Sunday, and all that it includes, can't get here soon enough. When the parking lots open at 7:30 tomorrow morning, hours of tailgating and pregame activities will take place, leading up to the 12:02 PM CDT kickoff between our Kansas City Chiefs and the visiting New York Giants.
While the Chiefs have been spotlighted for their 3-0 start, as well as jaw-dropping stats, like a plus-nine turnover differential and a league-leading 15 sacks, they also are highly ranked, tied for second in the league, in 'clock-killing' drives.
Clock-killing drives are those beginning with five minutes or less to play in the fourth quarter, with the driving team winning the game, or where the leading team gets possession of the ball, with more than five minutes to play in the game, and eventually milks the clock to 0:00.
Entering Week 4, the Chiefs have four clock-killing drives, two serving as game-ending drives. The average amount of time the Chiefs left on the clock for the opposition to attempt a comeback is :33 seconds.
Crucial, late-game drives are often needed to succeed in the NFL,.
Chiefs offensive coordinator Doug Pederson addressed the media this week and spoke to the team's ability to 'put away' ball games.
"It's something, where we attack that aspect of the game at training camp," Pederson said. "Four-minute is where you can finish the game and win it for your team. We put a lot of emphasis in that area. The guys have done a great job in two out of the three games and we're going to continue to emphasize it. It's a mentality, it's like short-yardage and goal-line, you just have to roll your sleeves up and go to work and get the job done."
While not technically a clock-killing drive, because there were more than five minutes on the game clock, one of the Chiefs most-impressive drives, occurred in the fourth quarter of their Week 3 win in Philadelphia, showcasing the type of moxie needed to succeed in close-game situations.
Leading the Eagles 23-16, with 10:10 left on the fourth-quarter clock, the Chiefs faced a 3rd and 10 from their own five-yard line, before Chiefs QB Alex Smith found WR Donnie Avery for 15 yards to move the chains.
"We knew that was a big drive," Smith said. "Our defense had been on the field a lot before that. We hadn't done much with the ball the last few series before that and knew we needed to change some field position; we needed to eat up some clock. We needed to give our defense a rest. It was a big play in the game; I thought Donnie made a great catch, a great job coming back to the ball."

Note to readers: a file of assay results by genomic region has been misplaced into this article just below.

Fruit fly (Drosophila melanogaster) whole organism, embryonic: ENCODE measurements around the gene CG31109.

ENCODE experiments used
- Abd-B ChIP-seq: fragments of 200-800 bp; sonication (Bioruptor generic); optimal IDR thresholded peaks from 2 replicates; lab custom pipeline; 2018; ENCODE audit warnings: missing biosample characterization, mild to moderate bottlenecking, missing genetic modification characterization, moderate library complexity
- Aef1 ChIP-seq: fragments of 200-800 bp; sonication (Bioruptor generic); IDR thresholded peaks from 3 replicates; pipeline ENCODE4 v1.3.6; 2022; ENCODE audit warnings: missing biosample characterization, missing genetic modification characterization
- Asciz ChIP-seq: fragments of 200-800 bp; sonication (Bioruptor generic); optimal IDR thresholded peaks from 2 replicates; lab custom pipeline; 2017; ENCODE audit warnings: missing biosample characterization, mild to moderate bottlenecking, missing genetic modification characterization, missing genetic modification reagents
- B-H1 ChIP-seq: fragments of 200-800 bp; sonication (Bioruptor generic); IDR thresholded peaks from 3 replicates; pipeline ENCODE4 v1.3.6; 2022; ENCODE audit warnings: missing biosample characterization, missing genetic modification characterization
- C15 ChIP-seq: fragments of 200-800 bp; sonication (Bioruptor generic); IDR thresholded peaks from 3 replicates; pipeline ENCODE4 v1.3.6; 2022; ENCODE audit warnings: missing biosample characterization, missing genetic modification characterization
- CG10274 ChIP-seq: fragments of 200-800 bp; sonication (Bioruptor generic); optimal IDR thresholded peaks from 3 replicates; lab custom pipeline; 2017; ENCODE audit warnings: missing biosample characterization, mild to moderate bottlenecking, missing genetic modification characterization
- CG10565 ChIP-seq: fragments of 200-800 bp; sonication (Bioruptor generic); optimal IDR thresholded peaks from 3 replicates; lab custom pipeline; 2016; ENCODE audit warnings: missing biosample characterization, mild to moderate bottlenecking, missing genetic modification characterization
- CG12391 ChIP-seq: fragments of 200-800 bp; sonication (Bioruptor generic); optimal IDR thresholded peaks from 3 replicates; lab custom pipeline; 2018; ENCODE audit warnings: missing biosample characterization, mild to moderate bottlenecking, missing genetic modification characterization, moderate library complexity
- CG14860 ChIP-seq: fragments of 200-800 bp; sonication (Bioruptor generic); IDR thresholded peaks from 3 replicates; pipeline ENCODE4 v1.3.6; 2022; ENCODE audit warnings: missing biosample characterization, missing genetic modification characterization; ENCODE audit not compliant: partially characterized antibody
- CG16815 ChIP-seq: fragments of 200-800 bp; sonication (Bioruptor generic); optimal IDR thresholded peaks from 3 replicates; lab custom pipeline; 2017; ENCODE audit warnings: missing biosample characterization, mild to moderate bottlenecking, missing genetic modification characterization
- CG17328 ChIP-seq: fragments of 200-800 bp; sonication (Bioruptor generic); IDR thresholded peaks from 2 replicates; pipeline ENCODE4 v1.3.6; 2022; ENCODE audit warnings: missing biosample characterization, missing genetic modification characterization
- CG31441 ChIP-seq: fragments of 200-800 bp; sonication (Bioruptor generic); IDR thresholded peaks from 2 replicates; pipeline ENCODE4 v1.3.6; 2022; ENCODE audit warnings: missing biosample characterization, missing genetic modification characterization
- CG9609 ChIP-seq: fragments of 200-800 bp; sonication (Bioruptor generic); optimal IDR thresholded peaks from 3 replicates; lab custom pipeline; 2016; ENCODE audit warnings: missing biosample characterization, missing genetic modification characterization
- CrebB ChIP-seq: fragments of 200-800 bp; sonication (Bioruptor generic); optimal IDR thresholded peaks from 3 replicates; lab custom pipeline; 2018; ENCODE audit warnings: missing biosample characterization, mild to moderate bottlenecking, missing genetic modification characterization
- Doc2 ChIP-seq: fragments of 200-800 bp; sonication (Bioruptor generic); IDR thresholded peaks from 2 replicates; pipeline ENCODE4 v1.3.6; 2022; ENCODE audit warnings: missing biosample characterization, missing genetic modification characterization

Avery relived the moment, while addressing the media this week.
"Andy Reid called the right play, at the right time, with the coverage and we just had to capitalize on it," Avery said. "I just thought to myself, make sure you make the third-down catch and get up the field and try to get the first down."
The very next play went to Chiefs TE Sean McGrath, who described the team's entire mentality during crucial late-game drives.
"When it comes down to crunch time, our offense knows we're going to get those punch drives," McGrath said. "Execute under pressure and punch it down the field and eat up the clock."
One of the guys helping milk the game clock has been Chiefs Pro Bowl RB Jamaal Charles, who described his mindset during crucial, fourth-quarter drives.
"My job is to go out and try to help my team," Charles said. "When they need me, I can go out and run the ball. I'm a natural-born runner and have been doing it my whole life; so, when it's my time to run the ball, I have to go out there and try to make a first down for my team to move the chains."
Alex Smith assessed the late pushes by the Chiefs offense, leading to eventual victories.
"The last two weeks, all those guys up-front really embraced the moment at the end of the game," Smith said. "I thought they did the same thing out there (last Thursday) and, instead of shying away from it, took it head on; Jamaal included, as he ran extremely hard and really sealed that game away."
The crucial scoring drive lasted 8:15, covering 75 yards in 15 plays, capped by Chiefs K Ryan Succop's 38-yard FG, pushing his team's lead to 10, before the eventual 26-16 win.
So, while the Chiefs coaches, players and fans are hoping that we're so far ahead on Sunday, not needing a late-game drive, should it happen, Andy Reid's team can be confident, knowing it has been there and done that, in victorious fashion.